It will be an evening of music, song, photographs, and thoughts on the beauty, health, and future of Missouri’s streams and rivers. The presentation is performed by the duo of Bob Ranney and Bob Korpella, both members of the Springfield Plateau Chapter of the Missouri Master Naturalists.
The Two Bob’s bringing together their diverse talents in one performance is truly a case of the whole being greater than the sum of the parts.
Ranney, a musician with a life-long passion for environmental quality, will perform music he has composed while spending years on our rivers. He’ll also share his insights about both the past and future of Missouri’s waterways.
Korpella is a chronicler of environmental issues as a photographer and freelance writer. He will present slides of his nature photography as well as experience and insight he’s gained on water quality from monitoring Missouri’s streams.
The duo will also bring real specimens of aquatic larvae and nymphs to give visitors a closeup look at these tiny creatures, which play a big role in the health of streams and revealing water quality.
Missouri Waters, a unique, educational, and entertaining multimedia experience, proves that two Bobs are even better than one.
Advanced online registration is required by going to https://bit.ly/2BR4x1C.
Powder Valley Conservation Nature Center is located at 11715 Cragwold Road in Kirkwood, near the intersection of I-44 and I-270.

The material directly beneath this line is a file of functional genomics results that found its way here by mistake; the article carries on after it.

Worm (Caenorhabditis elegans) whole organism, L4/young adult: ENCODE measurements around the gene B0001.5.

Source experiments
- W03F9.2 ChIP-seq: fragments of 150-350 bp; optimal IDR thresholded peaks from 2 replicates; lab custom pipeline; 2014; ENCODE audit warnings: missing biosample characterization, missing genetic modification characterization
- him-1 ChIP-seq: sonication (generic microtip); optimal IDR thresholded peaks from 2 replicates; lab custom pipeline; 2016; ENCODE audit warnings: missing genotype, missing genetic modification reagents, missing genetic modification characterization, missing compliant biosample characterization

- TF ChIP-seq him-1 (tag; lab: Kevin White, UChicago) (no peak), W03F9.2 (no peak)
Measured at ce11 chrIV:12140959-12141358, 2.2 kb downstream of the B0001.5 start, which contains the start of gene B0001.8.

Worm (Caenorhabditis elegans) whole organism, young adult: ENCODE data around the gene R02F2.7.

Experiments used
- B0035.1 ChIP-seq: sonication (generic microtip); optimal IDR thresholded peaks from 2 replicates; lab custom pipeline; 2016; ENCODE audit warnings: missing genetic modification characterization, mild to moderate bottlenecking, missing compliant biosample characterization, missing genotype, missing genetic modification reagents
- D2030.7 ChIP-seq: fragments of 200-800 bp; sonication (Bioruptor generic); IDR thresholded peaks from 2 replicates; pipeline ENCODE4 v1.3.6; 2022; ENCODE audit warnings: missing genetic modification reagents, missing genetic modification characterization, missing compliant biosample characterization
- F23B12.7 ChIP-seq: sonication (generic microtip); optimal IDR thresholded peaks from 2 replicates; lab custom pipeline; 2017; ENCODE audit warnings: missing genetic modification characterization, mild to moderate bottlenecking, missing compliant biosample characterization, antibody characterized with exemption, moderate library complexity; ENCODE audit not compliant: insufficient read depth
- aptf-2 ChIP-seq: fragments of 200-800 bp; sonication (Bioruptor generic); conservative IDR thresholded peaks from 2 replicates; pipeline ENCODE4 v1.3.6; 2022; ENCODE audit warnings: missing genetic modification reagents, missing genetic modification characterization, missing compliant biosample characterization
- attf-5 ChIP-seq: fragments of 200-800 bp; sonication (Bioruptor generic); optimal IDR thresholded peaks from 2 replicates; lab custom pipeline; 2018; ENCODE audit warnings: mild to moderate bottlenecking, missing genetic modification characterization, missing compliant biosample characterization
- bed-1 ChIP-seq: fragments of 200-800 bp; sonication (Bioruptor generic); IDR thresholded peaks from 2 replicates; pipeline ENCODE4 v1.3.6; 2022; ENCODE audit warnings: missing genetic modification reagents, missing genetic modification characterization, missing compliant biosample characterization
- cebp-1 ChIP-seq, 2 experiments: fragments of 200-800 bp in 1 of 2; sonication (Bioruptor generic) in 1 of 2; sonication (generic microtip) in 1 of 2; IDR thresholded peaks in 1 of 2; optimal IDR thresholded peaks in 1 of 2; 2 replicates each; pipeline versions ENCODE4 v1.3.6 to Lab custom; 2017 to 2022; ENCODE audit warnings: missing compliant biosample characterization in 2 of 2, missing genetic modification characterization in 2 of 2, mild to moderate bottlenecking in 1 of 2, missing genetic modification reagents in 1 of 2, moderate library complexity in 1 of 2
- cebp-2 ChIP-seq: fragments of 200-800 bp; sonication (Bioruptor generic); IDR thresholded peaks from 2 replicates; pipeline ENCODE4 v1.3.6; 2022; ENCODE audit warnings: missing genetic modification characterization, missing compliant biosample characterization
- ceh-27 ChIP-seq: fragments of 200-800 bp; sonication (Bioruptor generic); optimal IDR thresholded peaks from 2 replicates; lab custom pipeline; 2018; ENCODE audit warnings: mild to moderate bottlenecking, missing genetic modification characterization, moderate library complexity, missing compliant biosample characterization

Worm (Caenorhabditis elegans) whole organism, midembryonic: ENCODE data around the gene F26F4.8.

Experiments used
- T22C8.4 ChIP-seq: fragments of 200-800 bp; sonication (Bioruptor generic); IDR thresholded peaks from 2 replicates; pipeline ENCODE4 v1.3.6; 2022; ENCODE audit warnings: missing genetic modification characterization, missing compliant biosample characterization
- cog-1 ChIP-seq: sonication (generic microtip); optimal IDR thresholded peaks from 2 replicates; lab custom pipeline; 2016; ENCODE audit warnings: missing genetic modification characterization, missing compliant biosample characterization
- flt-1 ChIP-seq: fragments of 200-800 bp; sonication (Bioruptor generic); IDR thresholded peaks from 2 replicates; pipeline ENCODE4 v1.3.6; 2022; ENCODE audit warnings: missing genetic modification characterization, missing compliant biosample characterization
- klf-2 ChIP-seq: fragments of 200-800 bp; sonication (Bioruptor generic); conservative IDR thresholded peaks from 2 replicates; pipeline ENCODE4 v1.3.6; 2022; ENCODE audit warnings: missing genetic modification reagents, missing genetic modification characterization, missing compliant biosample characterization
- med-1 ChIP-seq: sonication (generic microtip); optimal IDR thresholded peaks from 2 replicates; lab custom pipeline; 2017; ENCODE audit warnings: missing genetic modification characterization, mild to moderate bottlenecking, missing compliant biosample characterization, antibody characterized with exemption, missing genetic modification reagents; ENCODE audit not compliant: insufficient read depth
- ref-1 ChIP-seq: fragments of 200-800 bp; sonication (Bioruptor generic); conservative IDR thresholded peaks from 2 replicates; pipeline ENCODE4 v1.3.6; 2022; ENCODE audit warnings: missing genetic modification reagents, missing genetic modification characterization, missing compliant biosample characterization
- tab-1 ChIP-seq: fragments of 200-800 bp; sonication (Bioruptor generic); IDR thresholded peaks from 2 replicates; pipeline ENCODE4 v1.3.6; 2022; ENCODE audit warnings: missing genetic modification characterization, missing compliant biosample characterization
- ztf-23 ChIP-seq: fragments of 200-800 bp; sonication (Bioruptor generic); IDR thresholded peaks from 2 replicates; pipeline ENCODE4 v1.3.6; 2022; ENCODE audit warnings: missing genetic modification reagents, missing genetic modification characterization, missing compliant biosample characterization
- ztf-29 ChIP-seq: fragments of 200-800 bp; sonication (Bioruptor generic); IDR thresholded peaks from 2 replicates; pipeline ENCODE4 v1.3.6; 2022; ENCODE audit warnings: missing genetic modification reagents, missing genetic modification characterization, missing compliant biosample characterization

Free April 3 clinic at Walter Woods Conservation Area has tips for all levels of experience.
JOPLIN, Mo. – Spring turkey hunting involves a variety of skills. Knowing how to locate a gobbler and call him into range, knowing how to handle firearms in a safe fashion, and understanding the turkey hunting regulations are all parts of a successful and safe hunt.
Hunters can learn more about the fundamentals of this popular spring pastime at a free Missouri Department of Conservation (MDC) clinic from 6-10 p.m. April 3 at MDC’s Walter Woods Conservation Area in Newton County. Topics covered at these programs will include calling, locating, firearms safety, hunt preparation, identifying legal birds and improving your shooting skills. People can register for this program at:
To get to Walter Woods Conservation Area, take Newton County Highway NN south from Redings Mill for 1.25 miles, then turn west on Dutch Elm Drive, which leads to the area. This workshop will provide good preparation for those wishing to participate in Missouri’s youth-only turkey season, April 6-7, or the state’s regular spring turkey season, April 15-May 5.
People can learn about other events organized by MDC’s Shoal Creek Conservation Education Center by calling 417-629-3434. More information about turkey hunting can be found at https://huntfish.mdc.mo.gov/hunting-trapping/species/turkey.
Sunday, March 17, 2019
For the second consecutive year, I had the pleasure of attending the Turkey Creek Longbeards banquet, held recently at the Joplin Elks Lodge.
One of the highlights was hearing a turkey story by Terry McGinnis, who was born in Joplin and raised in Webb City. He currently lives near Diamond.
Terry approached and said that I looked familiar. In no time, he and I bonded. We are graduates of Webb City High School and, of course, avid turkey hunters.
He noted that he and his wife, Honie, had “a heck of a hunt” for longbeards last spring in Southwest Missouri.
On the opening morning of spring turkey season, the couple was well-concealed, sitting in a blind in a brushy fence roll.